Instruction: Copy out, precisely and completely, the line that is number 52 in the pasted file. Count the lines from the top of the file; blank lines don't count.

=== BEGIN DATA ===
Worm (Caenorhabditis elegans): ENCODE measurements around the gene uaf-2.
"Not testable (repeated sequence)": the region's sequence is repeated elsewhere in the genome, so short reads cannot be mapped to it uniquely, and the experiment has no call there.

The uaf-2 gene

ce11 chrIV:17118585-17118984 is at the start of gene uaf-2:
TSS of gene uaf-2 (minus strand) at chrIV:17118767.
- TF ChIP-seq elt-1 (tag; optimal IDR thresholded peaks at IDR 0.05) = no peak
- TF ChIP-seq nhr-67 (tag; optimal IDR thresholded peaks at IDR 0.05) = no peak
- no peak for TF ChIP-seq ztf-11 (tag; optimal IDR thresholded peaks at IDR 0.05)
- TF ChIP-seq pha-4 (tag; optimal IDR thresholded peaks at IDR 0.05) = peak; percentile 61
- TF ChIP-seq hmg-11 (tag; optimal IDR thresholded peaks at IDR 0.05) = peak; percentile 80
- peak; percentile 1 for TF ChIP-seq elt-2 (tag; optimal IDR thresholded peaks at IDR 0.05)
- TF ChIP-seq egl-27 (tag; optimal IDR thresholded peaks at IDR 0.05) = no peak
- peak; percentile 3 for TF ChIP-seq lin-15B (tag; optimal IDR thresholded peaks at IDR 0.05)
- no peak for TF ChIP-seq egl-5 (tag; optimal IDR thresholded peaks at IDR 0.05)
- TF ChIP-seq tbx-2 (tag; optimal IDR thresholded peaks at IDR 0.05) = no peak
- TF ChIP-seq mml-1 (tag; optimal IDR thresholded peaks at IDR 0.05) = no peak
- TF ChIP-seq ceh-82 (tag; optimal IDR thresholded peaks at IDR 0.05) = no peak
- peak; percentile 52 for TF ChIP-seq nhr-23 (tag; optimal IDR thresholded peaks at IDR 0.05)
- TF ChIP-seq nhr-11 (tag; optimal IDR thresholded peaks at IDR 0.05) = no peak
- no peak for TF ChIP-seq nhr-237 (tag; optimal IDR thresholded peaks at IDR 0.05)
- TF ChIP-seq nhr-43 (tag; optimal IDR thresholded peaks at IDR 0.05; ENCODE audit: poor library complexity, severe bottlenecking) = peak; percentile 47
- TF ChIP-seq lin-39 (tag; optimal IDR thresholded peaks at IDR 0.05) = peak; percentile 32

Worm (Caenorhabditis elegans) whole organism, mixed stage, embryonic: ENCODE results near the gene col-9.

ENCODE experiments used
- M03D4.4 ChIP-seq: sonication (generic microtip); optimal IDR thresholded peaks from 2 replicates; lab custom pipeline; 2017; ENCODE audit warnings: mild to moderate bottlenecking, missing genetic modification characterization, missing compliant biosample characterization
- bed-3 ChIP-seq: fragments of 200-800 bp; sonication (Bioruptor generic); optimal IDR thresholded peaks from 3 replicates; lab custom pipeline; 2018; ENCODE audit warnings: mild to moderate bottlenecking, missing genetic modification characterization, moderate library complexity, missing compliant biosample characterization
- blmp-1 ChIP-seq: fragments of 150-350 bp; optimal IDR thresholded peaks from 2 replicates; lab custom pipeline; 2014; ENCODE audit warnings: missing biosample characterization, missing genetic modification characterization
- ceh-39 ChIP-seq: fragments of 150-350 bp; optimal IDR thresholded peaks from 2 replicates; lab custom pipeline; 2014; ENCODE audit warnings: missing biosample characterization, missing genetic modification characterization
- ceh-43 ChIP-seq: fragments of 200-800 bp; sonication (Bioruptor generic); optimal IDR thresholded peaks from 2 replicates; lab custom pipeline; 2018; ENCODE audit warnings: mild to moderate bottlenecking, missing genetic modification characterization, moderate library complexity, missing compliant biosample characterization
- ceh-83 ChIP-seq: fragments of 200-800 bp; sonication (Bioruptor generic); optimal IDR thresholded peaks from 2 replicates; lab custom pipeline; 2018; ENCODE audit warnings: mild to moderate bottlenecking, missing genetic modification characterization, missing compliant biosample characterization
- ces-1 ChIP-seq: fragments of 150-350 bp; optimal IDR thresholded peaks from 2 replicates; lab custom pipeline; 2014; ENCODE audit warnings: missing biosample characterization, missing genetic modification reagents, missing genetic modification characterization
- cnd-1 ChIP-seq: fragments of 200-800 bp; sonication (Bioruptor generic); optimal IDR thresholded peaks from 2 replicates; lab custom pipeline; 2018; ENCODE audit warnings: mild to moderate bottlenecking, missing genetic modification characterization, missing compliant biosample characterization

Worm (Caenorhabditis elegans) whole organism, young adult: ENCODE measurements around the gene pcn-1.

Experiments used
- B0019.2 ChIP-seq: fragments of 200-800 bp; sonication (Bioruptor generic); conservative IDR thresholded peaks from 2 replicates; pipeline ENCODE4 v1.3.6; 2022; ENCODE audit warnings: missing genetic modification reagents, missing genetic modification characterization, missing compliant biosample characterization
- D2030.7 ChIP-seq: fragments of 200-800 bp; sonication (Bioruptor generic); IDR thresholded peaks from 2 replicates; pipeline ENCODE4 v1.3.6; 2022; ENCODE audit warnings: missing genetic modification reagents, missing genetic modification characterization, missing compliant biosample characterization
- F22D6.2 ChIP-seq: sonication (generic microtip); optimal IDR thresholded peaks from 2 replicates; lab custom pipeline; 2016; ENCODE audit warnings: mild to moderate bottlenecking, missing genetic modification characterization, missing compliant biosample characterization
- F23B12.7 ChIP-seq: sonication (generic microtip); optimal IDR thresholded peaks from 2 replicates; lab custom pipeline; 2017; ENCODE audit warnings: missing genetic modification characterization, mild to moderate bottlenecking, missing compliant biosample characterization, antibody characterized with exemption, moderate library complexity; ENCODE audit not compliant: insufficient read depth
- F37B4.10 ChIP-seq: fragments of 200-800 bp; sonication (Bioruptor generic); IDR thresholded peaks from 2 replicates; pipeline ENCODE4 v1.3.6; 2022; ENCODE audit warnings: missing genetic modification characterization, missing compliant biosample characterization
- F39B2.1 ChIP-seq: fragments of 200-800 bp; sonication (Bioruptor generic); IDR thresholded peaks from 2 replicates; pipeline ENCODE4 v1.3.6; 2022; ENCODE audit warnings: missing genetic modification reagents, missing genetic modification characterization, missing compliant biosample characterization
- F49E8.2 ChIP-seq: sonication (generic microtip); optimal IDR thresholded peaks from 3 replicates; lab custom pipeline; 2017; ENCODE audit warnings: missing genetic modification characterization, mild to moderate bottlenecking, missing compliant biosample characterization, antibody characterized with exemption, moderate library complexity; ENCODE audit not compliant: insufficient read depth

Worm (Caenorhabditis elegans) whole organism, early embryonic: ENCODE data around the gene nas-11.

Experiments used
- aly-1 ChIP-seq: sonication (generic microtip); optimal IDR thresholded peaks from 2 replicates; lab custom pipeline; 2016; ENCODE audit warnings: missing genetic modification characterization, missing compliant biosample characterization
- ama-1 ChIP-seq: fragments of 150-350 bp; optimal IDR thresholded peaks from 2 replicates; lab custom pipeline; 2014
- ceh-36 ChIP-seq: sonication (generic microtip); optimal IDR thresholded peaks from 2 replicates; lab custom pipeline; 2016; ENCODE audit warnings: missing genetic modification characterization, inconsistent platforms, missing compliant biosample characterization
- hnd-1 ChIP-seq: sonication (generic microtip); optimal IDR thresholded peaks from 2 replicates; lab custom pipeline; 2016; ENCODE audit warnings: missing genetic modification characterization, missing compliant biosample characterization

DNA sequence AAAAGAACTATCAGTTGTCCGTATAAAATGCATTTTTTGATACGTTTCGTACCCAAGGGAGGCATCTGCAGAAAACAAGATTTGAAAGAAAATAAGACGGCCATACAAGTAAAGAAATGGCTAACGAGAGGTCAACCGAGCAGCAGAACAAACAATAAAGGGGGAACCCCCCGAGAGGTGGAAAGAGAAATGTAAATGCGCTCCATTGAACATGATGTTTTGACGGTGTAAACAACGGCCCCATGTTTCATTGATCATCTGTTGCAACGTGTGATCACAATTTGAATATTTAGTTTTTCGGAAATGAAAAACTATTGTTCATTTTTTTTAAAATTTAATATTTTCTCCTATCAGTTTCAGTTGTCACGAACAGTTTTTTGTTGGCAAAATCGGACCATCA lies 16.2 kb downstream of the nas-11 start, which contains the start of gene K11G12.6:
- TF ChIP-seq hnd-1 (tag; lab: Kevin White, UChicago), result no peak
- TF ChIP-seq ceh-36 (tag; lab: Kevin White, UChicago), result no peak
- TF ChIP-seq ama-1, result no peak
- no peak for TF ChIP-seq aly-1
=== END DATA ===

- no peak for TF ChIP-seq aly-1